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Sahih al-Bukhari 18:

who took part in the battle of Badr and was a Naqib (a person heading a group of six persons), on the night of Al-'Aqaba pledge: ...

So the Hadith itself is defining it as "a person heading a group of six persons". But it is not clear who are these six persons, why Naqib should be their head, what is the purpose of this 7-person community and what is their importance in Islam.

According to Wikipedia:

Naqib, plural naqib, is an Arabic word meaning "He who investigates, verifies". It can refer to:

  1. The "twelve naqibs", the leading missionaries of the Hashimiyya movement who prepared the Abbasid Revolution in Khurasan.
  2. The naqib al-ashraf, an honorary position in various Islamic states, given to the head representative of the ashraf, the descendants of Muhammad.

Again there is definition and no clarification in details.

So, who is Naqib in the context of Sahih al-Bukhari 18?

  • The wikipedia site certainly is incomplete. – Medi1Saif Sep 16 at 7:03
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Naqib is a title which means leader or representative, as used in the Quran in 5:12. In this hadith it refers to the narrator Ubadah bin As-Samit, who was among those who gave the Pledge of al-Aqabah to the Prophet Muhammad ﷺ from the people of Medinah. You should consult a book on seerah for details.

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  • What can you say regarding Wikipedia information? – Bahrom Sep 15 at 11:08
  • It is not wrong, however it is not complete and it is not relevant to the hadith as the Abbasid revolution and Islamic states came long after the events of this hadith. – UmH Sep 15 at 11:10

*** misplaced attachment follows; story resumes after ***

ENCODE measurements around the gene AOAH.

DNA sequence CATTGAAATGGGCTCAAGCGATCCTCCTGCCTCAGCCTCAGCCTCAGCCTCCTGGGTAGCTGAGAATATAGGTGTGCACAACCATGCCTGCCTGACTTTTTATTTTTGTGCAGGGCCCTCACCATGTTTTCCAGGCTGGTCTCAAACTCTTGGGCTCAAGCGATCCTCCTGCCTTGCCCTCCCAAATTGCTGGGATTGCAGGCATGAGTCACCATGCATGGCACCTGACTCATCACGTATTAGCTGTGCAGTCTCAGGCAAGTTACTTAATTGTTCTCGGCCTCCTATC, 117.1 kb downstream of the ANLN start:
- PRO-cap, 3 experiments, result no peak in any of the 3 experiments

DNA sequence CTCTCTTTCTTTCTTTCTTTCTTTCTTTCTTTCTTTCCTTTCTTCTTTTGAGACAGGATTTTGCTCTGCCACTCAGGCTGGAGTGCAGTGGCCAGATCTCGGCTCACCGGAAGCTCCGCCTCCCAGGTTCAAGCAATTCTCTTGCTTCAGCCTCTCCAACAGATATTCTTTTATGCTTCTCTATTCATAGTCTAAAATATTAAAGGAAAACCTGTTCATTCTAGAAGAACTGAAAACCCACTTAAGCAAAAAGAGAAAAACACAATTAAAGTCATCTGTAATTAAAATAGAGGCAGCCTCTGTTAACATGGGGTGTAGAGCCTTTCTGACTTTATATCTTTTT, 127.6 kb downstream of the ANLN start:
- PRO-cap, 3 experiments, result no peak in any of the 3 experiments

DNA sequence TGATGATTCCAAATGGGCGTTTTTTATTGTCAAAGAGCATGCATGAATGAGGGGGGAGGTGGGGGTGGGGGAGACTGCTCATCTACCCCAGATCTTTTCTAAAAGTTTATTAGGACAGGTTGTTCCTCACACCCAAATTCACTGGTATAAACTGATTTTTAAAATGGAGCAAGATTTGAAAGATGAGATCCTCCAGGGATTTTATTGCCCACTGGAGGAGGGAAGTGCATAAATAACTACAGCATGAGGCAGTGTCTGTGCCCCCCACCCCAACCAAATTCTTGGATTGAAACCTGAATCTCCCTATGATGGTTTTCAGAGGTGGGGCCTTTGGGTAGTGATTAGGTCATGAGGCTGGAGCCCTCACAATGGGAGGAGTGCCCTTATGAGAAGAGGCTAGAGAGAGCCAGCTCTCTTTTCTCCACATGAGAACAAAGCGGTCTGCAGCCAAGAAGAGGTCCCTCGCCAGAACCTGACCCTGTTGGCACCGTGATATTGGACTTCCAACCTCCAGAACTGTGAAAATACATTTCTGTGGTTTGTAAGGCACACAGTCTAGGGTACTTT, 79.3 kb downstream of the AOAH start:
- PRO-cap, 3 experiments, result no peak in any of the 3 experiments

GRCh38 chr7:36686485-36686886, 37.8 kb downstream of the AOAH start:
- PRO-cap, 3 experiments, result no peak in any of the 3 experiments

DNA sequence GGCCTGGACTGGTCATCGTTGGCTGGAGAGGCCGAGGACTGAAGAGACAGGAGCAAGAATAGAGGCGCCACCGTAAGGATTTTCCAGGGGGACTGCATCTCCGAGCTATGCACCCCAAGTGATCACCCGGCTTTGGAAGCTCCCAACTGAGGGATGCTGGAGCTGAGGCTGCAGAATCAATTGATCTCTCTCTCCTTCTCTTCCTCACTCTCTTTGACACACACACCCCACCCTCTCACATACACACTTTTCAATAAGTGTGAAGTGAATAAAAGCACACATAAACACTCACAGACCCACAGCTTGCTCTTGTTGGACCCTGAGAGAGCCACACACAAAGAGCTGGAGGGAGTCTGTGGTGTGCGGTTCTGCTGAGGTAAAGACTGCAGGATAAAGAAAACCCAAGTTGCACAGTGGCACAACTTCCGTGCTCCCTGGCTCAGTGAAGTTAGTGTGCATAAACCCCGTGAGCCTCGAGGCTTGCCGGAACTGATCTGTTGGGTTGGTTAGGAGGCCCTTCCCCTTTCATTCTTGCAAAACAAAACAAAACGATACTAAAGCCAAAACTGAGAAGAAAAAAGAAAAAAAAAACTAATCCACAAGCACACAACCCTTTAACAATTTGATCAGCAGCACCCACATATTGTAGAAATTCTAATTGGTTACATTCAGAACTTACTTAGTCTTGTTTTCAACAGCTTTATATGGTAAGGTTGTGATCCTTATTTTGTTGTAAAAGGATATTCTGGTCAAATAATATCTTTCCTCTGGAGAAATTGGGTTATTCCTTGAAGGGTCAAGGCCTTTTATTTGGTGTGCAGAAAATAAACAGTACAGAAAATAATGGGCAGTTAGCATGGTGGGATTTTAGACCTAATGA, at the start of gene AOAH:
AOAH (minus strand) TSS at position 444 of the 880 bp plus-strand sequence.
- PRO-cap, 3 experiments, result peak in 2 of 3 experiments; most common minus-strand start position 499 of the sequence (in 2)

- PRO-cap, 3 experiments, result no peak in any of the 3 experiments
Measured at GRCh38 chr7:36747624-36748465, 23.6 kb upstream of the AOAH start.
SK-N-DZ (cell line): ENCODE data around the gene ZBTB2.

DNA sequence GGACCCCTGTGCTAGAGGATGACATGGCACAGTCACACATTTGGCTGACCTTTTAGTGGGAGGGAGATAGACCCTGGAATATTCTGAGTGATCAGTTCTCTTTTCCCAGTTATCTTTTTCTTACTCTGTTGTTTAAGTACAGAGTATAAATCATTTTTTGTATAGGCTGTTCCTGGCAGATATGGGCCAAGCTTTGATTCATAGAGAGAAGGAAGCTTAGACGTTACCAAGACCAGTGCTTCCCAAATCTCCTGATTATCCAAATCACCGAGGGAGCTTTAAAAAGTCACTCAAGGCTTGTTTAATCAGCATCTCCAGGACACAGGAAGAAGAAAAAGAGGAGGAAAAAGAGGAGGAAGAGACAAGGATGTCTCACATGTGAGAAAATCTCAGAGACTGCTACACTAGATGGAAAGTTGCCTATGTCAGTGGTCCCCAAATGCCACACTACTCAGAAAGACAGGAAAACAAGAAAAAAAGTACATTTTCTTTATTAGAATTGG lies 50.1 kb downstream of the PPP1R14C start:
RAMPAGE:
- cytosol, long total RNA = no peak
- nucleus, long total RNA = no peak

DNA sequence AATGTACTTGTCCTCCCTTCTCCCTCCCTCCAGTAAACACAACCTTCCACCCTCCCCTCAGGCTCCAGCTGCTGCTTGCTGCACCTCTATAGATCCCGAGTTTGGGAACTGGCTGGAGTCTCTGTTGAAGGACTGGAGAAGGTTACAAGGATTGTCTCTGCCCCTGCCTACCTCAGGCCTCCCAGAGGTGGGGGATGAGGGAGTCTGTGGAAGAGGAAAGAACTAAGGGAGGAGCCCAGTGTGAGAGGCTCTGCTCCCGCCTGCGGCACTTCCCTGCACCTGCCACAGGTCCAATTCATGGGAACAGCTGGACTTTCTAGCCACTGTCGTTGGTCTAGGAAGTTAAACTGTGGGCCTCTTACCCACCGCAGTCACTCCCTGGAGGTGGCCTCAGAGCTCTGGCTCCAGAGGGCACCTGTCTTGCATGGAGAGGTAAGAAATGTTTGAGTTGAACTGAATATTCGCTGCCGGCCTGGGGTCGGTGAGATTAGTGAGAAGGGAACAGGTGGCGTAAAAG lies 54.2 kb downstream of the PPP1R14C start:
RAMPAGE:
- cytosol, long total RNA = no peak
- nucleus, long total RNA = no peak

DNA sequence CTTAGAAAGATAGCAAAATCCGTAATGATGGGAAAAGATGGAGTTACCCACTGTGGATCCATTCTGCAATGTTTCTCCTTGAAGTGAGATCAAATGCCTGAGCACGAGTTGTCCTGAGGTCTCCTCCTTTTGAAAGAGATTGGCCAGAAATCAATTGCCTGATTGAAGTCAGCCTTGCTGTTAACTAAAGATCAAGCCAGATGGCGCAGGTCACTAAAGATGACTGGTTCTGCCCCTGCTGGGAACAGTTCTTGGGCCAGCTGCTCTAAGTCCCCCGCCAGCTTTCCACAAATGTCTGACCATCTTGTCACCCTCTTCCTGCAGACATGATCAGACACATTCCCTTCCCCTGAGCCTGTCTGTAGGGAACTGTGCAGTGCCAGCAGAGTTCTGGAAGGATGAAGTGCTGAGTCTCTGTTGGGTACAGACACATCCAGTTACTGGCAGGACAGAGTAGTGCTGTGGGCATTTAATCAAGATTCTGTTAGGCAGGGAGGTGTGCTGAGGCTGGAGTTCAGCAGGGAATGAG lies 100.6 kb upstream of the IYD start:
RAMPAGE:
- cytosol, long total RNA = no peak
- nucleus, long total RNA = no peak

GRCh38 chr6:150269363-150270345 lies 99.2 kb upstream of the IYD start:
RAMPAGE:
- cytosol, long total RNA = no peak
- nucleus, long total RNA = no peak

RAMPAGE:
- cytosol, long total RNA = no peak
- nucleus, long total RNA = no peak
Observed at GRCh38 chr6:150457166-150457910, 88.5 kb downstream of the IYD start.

• The seerah you gave link to has become unavailable. Is there an alternative link? – Bahrom 7 hours ago
  • archive.org/details/… – UmH 7 hours ago
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This hadith refers to the events of the First Aqabah. That is when 12 people from the people of Madinah (Yathrib at the time) came to Makkah to pledge allegiance to the Prophet (SAW) and Islam.

Ubada ibn As-Samit is referred to as "one of the Nuqaba." Nuqaba is the plural for Naqeeb. Naqeeb means a "representative," "watcher," or "leader."

In this context, these 12 people are all referred to as Nuqaba because they came to represent Madinah or perhaps because they were sent to represent Islam to their people.

Perhaps a better translation might be:

Narrated 'Ubada bin As-Samit: who took part in the battle of Badr, and was one of the representatives (Nuqaba) on the night of Al-'Aqaba pledge [...]

Honestly, I don't understand what the translator meant with "a person heading a group of six persons."

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